LaunchBase Africa: Looking ahead, considering your current stock acquisition, do you envision staying with the company for the long term, or do you see yourself eventually moving on to new ventures?

    Victor Nara: While I can’t predict the future with certainty, I see this stock acquisition as a significant long-term strategy. With a strong synergy among our team and a shared vision for empowering SMEs, there’s immense potential for growth and impact. So, for the foreseeable future, I envision continuing to contribute to the success of the combined entity. Yes, it’s a long-term play for me. I hope to be actively involved for at least seven years, ideally 11 years.

    LaunchBase Africa: The acquisition deal likely involved extensive documentation. Was your long-term role at the company explicitly addressed in the agreement?

    Victor Nara: We had standard stock options requiring a couple of years of investment. That’s what we had in the contract. However, I’m looking beyond that.

    LaunchBase Africa: With the combined company’s focus on healthcare and potential for growth, are there plans for expansion beyond Ghana or fundraising in the near future?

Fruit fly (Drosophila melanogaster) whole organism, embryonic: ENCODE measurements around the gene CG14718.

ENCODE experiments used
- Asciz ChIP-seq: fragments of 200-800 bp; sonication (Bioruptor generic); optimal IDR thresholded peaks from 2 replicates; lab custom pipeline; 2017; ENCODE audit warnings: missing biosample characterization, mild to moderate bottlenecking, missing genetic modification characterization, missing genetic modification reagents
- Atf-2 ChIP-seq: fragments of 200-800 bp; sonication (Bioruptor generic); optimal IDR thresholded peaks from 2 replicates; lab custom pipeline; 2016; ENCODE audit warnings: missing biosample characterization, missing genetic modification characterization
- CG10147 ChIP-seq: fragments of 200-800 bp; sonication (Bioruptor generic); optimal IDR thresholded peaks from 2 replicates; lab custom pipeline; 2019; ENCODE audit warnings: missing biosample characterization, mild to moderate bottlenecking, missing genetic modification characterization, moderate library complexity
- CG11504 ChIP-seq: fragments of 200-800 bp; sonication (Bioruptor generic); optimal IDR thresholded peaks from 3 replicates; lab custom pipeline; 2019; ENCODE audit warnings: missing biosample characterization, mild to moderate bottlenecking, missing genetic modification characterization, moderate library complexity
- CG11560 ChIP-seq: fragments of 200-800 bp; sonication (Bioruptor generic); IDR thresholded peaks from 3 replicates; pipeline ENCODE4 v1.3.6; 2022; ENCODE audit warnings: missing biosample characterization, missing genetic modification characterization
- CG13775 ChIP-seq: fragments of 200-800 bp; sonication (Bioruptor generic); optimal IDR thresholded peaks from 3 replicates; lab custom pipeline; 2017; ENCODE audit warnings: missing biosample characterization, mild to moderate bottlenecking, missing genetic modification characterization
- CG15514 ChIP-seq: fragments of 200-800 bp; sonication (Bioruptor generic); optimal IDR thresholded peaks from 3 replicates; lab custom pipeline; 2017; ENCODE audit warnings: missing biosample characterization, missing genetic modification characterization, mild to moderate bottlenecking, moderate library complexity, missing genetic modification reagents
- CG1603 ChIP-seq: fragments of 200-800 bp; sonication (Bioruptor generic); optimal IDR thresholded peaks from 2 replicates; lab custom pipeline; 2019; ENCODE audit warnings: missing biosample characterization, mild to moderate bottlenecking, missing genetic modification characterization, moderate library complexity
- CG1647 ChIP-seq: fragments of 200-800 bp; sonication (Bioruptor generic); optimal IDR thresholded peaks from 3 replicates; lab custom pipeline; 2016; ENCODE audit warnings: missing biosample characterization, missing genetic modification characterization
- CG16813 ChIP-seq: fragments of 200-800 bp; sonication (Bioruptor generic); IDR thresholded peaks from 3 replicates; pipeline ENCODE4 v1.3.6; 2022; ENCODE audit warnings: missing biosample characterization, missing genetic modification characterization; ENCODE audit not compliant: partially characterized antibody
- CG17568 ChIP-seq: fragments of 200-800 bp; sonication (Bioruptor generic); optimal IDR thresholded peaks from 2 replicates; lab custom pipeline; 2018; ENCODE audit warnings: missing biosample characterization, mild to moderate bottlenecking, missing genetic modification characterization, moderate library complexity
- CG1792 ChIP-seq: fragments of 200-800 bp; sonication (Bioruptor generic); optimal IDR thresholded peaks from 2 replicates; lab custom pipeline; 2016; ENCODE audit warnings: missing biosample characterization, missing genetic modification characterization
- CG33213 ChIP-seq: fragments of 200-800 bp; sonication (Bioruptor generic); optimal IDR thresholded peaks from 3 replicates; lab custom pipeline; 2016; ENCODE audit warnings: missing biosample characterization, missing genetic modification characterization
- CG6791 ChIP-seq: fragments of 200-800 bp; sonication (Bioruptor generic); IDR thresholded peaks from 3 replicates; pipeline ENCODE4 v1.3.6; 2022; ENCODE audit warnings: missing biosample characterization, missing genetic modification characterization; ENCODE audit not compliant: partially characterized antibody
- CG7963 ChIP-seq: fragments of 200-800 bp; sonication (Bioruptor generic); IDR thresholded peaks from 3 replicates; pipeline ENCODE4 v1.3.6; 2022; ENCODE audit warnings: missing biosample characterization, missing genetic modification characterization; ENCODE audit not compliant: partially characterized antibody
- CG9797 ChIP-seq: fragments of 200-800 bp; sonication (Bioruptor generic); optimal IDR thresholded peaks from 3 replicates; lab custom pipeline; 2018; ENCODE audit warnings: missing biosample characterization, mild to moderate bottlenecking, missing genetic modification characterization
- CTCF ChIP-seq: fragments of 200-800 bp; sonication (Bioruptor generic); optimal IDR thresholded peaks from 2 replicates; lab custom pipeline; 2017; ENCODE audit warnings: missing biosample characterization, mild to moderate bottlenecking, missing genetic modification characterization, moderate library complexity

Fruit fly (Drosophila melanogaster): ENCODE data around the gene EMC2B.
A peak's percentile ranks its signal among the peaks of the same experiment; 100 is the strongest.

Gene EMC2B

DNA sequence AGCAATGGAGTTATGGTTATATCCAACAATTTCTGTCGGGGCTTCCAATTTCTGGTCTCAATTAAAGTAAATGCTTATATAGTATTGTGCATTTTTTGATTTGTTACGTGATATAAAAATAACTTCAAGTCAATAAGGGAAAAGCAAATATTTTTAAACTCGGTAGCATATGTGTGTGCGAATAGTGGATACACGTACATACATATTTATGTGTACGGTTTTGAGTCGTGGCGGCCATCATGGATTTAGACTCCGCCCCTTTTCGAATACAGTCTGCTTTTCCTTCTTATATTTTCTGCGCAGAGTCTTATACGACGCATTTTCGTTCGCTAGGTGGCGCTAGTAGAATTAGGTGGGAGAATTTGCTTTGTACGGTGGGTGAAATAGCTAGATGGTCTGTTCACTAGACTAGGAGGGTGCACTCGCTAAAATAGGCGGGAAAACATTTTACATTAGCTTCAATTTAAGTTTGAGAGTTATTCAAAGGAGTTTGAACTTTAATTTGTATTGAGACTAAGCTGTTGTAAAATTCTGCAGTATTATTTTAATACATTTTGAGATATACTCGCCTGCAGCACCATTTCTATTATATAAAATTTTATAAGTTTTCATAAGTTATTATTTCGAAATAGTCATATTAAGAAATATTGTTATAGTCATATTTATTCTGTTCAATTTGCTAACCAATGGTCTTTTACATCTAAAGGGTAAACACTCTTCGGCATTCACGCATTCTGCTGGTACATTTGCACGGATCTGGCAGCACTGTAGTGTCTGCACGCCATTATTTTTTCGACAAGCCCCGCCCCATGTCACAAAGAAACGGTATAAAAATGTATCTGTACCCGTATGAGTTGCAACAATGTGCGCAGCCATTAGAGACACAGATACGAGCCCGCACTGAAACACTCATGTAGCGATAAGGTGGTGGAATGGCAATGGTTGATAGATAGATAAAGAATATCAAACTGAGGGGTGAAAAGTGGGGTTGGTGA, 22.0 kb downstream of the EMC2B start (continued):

Victor Nara: Yes, we’re currently in the market trying to close a couple of rounds. In the long-term projection for Rivia, we plan to scale across Africa and possibly beyond.

    You know, the market and product we have are global, not limited to the African market. That’s what I’ve always said — we’re not building for Africa, but we’re starting with Africa. So, once we succeed here, we can expand to other countries, not just in Africa, but also elsewhere. Our product has global potential. We recently discussed similar needs in Brazil and realized our system could work there too. We plan to expand from Ghana next year or in Q4, then across Africa, and if feasible globally. I’m committed to this project for at least seven years, but hopefully 11 years or more.

    LaunchBase Africa: Reflecting on your experience leading Waffle, what are some standout lessons you learned as a founder, particularly regarding the challenges and opportunities you navigated?